Configuring Kerberos for SharePoint

Kerberos has some advantages over NTLM. Only with Kerberos it is possible to pass the client credentials (meaning the user who logged himself on to the SharePoint website) to another server. This is important, if you use e.g. my Fileserver Access Webpart and configure it to a share on a server, which is **not** your SharePoint Server.

If you want to know more about Kerberos, you can look at Kerberos Explained on the Microsoft Technet pages.

You will also need Kerberos, if you want to connect to a SQL Database with the user account (Reporting Services).


So what do we do about it? Well, lets add Kerberos Support for an existing SharePoint WebApplication. This will be [http://kerberos.moss.local][2] for this demo.

[image][3]The existing WebApplication / IIS Virtual Directory is configured for NTLM. We can find out the current settings by going to the "Central Administration", "Application Management". Here we click "Authentication providers".

The settings for the default zone are [image][4]

Before we switch to "Negotiate (Kerberos)", we have some work to do:

  1. Install the Windows Support Tools (if not already installed)
  2. Identify data, which we will need
  3. configure Internet Information Server (IIS) to support Kerberos
  4. add a Service Principal name to the Service Account which is running the application pool
  5. enable delegation for the Service Account
  6. Configure SharePoint for Kerberos

Identify data

Hostheader http://kerberos.moss.local Application Pool Service Account moss\iissrv

The account, which the Application Pool uses, should be a domain account!

Configure IIS

KB215383 describes how to configure Kerberos.

First you have to find the ID of your Web Application in the “Internet Information Services Manager”. In my case this ID is 978677539.


To change the Authentication settings, you need the ADSUtil.vbs script, which is usually in “C:\Inetpub\Adminscripts”.

With the ID, you can enable Kerberos in the commandline by typing:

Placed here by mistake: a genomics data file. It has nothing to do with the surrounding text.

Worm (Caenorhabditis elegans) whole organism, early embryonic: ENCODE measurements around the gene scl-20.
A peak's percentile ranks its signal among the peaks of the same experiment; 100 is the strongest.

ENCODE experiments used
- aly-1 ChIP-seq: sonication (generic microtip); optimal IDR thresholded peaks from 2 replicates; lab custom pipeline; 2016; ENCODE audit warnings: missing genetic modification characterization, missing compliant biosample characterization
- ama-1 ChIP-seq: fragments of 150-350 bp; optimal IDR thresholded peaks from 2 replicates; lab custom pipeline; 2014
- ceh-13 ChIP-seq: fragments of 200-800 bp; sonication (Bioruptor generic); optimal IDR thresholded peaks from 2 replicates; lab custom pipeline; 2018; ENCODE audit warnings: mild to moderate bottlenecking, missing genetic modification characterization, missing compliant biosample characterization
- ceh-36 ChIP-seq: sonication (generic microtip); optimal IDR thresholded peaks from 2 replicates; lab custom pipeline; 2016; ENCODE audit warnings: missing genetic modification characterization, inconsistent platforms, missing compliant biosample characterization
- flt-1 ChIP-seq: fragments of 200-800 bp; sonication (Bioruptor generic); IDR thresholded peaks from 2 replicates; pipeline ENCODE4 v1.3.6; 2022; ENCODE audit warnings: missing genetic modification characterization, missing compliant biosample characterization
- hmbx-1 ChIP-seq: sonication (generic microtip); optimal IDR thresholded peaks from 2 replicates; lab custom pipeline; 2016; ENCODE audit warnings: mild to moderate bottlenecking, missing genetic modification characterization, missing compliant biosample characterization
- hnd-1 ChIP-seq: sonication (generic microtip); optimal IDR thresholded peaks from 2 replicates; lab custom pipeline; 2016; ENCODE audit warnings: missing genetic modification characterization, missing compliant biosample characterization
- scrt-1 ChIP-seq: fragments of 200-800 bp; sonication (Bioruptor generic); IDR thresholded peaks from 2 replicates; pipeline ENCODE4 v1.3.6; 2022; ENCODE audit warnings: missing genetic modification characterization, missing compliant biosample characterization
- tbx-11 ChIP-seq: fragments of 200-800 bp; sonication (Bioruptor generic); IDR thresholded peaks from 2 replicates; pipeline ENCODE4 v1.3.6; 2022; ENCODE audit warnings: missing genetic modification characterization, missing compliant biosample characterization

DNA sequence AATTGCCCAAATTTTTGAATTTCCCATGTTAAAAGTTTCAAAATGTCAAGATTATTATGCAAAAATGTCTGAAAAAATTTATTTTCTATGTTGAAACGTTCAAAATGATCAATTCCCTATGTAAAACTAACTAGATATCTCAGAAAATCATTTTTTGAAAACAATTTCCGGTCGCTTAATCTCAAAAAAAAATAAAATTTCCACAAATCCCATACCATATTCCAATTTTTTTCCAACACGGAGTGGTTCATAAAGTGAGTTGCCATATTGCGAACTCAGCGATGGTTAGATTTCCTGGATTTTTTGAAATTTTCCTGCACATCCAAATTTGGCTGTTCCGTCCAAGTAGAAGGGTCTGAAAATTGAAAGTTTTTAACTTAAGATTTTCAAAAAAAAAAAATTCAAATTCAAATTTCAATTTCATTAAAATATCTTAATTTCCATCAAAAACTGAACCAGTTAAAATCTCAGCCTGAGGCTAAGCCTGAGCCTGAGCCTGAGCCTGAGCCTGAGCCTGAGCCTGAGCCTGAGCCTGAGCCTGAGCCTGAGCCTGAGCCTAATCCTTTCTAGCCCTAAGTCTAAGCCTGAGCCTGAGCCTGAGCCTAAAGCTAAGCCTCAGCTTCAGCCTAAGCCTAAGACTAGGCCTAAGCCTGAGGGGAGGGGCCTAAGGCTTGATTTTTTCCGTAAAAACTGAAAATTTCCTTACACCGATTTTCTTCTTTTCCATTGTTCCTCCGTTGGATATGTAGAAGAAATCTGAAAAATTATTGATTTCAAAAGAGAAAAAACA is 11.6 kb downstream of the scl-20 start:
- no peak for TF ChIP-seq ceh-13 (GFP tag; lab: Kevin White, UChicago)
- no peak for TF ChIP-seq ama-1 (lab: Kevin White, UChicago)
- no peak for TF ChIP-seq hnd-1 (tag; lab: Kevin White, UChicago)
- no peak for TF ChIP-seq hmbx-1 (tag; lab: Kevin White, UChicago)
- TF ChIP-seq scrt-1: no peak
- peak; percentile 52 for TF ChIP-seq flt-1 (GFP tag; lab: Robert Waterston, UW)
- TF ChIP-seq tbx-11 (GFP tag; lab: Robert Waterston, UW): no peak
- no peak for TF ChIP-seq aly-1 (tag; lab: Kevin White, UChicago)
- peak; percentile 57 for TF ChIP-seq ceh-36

cscript adsutil.vbs set w3svc/978677539/root/NTAuthenticationProviders “Negotiate,NTLM”

You can check if this setting was successfully, by typing:

cscript adsutil.vbs get w3svc/978677539/root/NTAuthenticationProviders

Add a Service Principal Name


Open up the ADSI Console to be able to add a Service Principal Name easily.


When you open “ADSI Edit”, you will need to navigate to the service account. Right click it, and look for “servicePrincipalName”. Then add “HTTP/kerberos.moss.local”. Yes, only one slash and no “:”.

Note: Even if you’ve used “http://kerberos” as hostheader, you’ll need to provide the FQDN as SPN! So in this example the hostheader would be “http://kerberos”, and the domain of the SharePoint server would be “moss.local”.

Enabling Delegation image

Depending on your domain operational level, you will get different points, where to activate delegation. With a native Windows 2000 domain functional level, the delegation option is under your Account tab. With a Windows Server 2003 domain functional level, you will get an extra tab within the Active Directory Object properties dialog.


imageDelegation means, that this account may act on behave of other users. You can disable this for your Admin Accounts, if you wish so.

Enable the “Account is trusted for delegation” option for your Application Pool Account.

Just beneath this option, you see “Account is sensitive and cannot be delegated”. This settings can be set on important accounts like your Enterprise Administrator.










Configuring SharePoint for Kerberos

In your Central Administration go to “Application Management” and click “Authentication Providers”. After you have selected your Web Application, you can enable Kerberos.


After that, I restarted the IIS once again, and here we go… got Kerberos 😀


To be honest I don’t know why this example did not work in my testenvironment. I had to use the DNS name of my SharePoint Server instead of “kerberos.moss.local” as servicePrincipalName.

How did I find out? Well, I could not call the website from my client. The browser gave a 401 error, when I tried to call the SharePoint site. In the eventlog of my client I found that it was connecting to my DNS name, instead of kerberos.moss.local.

So if you experience a similar problem, look in the security log of your client, and adjust the servicePrincipalName accordingly.

Update 2/18/2009:

An explanation for the weired SPN if found a great post. It says that depending on your DNS record, the FQDN or servername will be checked for the SPN. Meaning: DNS goes to a cname, that cname will be resolved to an a record. And that one is used for Kerberos.


Update 4/8/2009:

A checklist for activating Kerberos can be found here:!750308CEC39BDAB2!203.entry 

“So the other day I felt like a real chop as I “assumed” something was done while I was setting up Kerberos, we all know that assumption is mother of all youknowwhats. So here I have put together a “Kerberos Checklist” which should help to troubleshoot the main issues related to the setup of Kerberos in your SharePoint 2007 environment.”